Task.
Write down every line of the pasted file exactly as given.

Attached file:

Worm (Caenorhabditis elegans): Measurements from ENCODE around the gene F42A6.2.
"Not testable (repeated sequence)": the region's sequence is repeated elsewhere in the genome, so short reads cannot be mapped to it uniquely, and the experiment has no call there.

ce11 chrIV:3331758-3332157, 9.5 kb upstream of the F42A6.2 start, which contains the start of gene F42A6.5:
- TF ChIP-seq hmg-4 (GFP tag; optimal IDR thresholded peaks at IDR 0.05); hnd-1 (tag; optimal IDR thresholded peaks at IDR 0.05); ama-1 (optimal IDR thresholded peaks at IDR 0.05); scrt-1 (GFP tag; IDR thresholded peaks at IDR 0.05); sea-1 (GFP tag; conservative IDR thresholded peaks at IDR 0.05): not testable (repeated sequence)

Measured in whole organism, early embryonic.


Worm (Caenorhabditis elegans): Measurements from ENCODE around the gene F42A6.2.
"Not testable (repeated sequence)": the region's sequence is repeated elsewhere in the genome, so short reads cannot be mapped to it uniquely, and the experiment has no call there.

ce11 chrIV:3331758-3332157, 9.5 kb upstream of the F42A6.2 start, which contains the start of gene F42A6.5:
- TF ChIP-seq hmg-4 (GFP tag; optimal IDR thresholded peaks at IDR 0.05); hnd-1 (tag; optimal IDR thresholded peaks at IDR 0.05); ama-1 (optimal IDR thresholded peaks at IDR 0.05); scrt-1 (GFP tag; IDR thresholded peaks at IDR 0.05); sea-1 (GFP tag; conservative IDR thresholded peaks at IDR 0.05): not testable (repeated sequence)

Measured in whole organism, early embryonic.